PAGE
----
As I’m reading Jane Austen in Context, I can’t help but feel that maybe I should re-read one of Austen’s novels. I almost picked one of them up the other day, but instead turned to Susan Ferrier’s novel Marriage, which was published one year after Austen’s death in 1818. I figured something from the same time period would do just as well. So far it’s highly entertaining, although not very Austen-like — which I don’t hold against it, as that would be unfair. If I didn’t know the date of publication and had to guess I would have said it was written earlier, as it reminds me of eighteenth-century novels such as Evelina, with its lively, humorous characters that — at least so far — are types rather than the fleshed-out characters that we’ve come to expect in novels.
But those types are highly entertaining — in Marriage we have the ill-educated, fashionable, vain young woman; several blustery, temper-prone fathers; a trio of foolish, prating aunts who believe that a good bowl of soup is the cure for everything; a young man swept off his feet by beauty, who quickly realizes his mistake, but does so too late.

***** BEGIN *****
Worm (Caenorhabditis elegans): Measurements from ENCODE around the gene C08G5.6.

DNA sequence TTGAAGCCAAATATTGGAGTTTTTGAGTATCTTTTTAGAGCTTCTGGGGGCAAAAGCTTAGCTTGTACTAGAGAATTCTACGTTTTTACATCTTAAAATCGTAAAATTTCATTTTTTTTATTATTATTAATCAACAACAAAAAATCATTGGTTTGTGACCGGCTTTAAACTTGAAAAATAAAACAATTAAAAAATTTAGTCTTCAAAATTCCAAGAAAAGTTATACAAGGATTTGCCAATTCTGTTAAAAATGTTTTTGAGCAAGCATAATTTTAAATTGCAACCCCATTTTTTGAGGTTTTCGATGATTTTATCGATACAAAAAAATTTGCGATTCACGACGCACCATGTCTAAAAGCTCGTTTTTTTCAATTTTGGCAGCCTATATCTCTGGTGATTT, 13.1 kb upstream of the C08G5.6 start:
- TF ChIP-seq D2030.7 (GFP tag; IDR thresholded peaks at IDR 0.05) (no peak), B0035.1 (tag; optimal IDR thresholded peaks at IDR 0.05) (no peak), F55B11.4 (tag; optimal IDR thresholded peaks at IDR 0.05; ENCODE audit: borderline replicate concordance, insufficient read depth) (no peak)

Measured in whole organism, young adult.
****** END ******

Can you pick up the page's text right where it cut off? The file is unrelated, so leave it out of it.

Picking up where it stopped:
The book is set in Scotland, where the ill-educated, fashionable, vain young woman, Lady Juliana, finds herself after her marriage. When she discovers just what she’s gotten herself into — life in a gloomy, isolated castle in the Scottish Highlands — she falls into fits of hysterics. Susan Ferrier lived in Edinburgh her whole life, and she seems to be enjoying making gentle fun of her own countrypeople as well as mocking the spoiled Englishwoman who can’t function away from fashionable society.
This book is good fun, and I’m only a little ways into it … I’ll post more on it later, I’m sure.